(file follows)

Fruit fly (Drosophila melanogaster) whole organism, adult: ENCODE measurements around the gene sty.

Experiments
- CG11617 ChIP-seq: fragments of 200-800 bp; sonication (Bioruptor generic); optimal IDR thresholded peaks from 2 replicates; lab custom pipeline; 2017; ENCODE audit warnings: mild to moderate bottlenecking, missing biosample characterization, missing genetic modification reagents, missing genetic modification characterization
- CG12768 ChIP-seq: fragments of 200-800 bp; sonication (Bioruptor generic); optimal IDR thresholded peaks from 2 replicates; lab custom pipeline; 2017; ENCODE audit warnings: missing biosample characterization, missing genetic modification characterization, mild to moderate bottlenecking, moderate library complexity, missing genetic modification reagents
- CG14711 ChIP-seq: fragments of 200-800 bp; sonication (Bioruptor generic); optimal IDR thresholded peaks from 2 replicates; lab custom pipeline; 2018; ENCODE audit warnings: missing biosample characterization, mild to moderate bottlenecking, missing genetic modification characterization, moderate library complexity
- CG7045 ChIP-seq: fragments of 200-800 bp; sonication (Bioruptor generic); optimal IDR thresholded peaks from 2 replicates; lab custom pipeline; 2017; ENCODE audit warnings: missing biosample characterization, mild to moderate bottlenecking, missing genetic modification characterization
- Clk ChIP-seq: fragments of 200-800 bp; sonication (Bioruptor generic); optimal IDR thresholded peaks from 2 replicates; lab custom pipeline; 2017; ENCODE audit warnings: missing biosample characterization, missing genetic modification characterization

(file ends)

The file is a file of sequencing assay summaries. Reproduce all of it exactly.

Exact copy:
Fruit fly (Drosophila melanogaster) whole organism, adult: ENCODE measurements around the gene sty.

Experiments
- CG11617 ChIP-seq: fragments of 200-800 bp; sonication (Bioruptor generic); optimal IDR thresholded peaks from 2 replicates; lab custom pipeline; 2017; ENCODE audit warnings: mild to moderate bottlenecking, missing biosample characterization, missing genetic modification reagents, missing genetic modification characterization
- CG12768 ChIP-seq: fragments of 200-800 bp; sonication (Bioruptor generic); optimal IDR thresholded peaks from 2 replicates; lab custom pipeline; 2017; ENCODE audit warnings: missing biosample characterization, missing genetic modification characterization, mild to moderate bottlenecking, moderate library complexity, missing genetic modification reagents
- CG14711 ChIP-seq: fragments of 200-800 bp; sonication (Bioruptor generic); optimal IDR thresholded peaks from 2 replicates; lab custom pipeline; 2018; ENCODE audit warnings: missing biosample characterization, mild to moderate bottlenecking, missing genetic modification characterization, moderate library complexity
- CG7045 ChIP-seq: fragments of 200-800 bp; sonication (Bioruptor generic); optimal IDR thresholded peaks from 2 replicates; lab custom pipeline; 2017; ENCODE audit warnings: missing biosample characterization, mild to moderate bottlenecking, missing genetic modification characterization
- Clk ChIP-seq: fragments of 200-800 bp; sonication (Bioruptor generic); optimal IDR thresholded peaks from 2 replicates; lab custom pipeline; 2017; ENCODE audit warnings: missing biosample characterization, missing genetic modification characterization